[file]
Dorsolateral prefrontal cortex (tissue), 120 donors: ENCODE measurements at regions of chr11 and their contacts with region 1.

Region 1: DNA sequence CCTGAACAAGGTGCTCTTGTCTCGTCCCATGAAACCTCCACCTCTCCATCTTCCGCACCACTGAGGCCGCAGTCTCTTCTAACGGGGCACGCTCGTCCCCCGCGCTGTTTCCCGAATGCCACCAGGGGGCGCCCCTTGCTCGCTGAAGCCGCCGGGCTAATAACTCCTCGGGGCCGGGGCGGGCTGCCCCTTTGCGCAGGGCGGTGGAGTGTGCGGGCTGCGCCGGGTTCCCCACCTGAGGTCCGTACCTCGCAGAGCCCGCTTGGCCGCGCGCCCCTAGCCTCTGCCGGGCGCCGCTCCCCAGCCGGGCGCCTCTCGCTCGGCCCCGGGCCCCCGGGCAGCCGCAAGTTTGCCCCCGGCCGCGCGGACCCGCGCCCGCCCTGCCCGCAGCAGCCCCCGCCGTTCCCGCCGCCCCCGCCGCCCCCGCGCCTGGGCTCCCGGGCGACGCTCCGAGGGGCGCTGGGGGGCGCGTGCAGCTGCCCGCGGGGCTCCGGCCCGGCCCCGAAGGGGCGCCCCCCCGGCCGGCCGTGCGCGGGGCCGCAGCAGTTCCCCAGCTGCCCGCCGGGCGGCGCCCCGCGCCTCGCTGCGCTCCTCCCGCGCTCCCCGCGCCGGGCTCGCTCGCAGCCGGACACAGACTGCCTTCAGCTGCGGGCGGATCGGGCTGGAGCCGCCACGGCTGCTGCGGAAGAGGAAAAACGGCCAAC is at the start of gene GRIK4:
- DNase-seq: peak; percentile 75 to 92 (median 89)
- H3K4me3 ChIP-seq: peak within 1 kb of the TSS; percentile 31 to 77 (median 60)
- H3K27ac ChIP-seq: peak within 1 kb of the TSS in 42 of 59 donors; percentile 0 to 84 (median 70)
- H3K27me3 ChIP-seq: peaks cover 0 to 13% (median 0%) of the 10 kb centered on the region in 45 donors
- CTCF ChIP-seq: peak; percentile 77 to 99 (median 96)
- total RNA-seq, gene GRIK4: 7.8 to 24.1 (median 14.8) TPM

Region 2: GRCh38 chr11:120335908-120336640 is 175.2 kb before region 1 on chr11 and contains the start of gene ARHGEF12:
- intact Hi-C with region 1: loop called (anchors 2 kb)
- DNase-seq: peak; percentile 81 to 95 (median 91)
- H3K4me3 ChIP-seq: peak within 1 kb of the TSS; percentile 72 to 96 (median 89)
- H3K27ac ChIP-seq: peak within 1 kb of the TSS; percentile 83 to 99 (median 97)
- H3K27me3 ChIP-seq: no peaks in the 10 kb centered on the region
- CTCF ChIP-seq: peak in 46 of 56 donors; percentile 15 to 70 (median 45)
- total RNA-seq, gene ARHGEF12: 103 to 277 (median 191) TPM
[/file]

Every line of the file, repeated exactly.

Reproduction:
Dorsolateral prefrontal cortex (tissue), 120 donors: ENCODE measurements at regions of chr11 and their contacts with region 1.

Region 1: DNA sequence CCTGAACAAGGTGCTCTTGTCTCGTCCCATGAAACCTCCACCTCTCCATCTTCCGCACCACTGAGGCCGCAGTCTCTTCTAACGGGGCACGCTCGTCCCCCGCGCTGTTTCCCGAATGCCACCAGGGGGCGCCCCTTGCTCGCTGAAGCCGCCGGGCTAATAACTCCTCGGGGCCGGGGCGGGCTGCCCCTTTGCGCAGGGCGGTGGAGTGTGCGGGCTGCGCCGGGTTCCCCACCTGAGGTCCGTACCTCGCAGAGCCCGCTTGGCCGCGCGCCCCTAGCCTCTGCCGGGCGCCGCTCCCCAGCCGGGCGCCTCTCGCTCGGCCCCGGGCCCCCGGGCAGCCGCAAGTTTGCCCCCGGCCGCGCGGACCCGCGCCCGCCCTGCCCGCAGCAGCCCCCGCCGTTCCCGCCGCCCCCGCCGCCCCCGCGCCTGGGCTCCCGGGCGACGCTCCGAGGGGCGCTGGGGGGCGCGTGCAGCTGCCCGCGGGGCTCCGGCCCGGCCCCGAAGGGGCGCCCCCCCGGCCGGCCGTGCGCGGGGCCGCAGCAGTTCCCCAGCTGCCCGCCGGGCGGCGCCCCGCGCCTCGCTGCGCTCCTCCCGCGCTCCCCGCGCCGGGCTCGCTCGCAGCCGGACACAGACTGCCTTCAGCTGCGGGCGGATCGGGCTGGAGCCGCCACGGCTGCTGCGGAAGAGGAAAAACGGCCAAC is at the start of gene GRIK4:
- DNase-seq: peak; percentile 75 to 92 (median 89)
- H3K4me3 ChIP-seq: peak within 1 kb of the TSS; percentile 31 to 77 (median 60)
- H3K27ac ChIP-seq: peak within 1 kb of the TSS in 42 of 59 donors; percentile 0 to 84 (median 70)
- H3K27me3 ChIP-seq: peaks cover 0 to 13% (median 0%) of the 10 kb centered on the region in 45 donors
- CTCF ChIP-seq: peak; percentile 77 to 99 (median 96)
- total RNA-seq, gene GRIK4: 7.8 to 24.1 (median 14.8) TPM

Region 2: GRCh38 chr11:120335908-120336640 is 175.2 kb before region 1 on chr11 and contains the start of gene ARHGEF12:
- intact Hi-C with region 1: loop called (anchors 2 kb)
- DNase-seq: peak; percentile 81 to 95 (median 91)
- H3K4me3 ChIP-seq: peak within 1 kb of the TSS; percentile 72 to 96 (median 89)
- H3K27ac ChIP-seq: peak within 1 kb of the TSS; percentile 83 to 99 (median 97)
- H3K27me3 ChIP-seq: no peaks in the 10 kb centered on the region
- CTCF ChIP-seq: peak in 46 of 56 donors; percentile 15 to 70 (median 45)
- total RNA-seq, gene ARHGEF12: 103 to 277 (median 191) TPM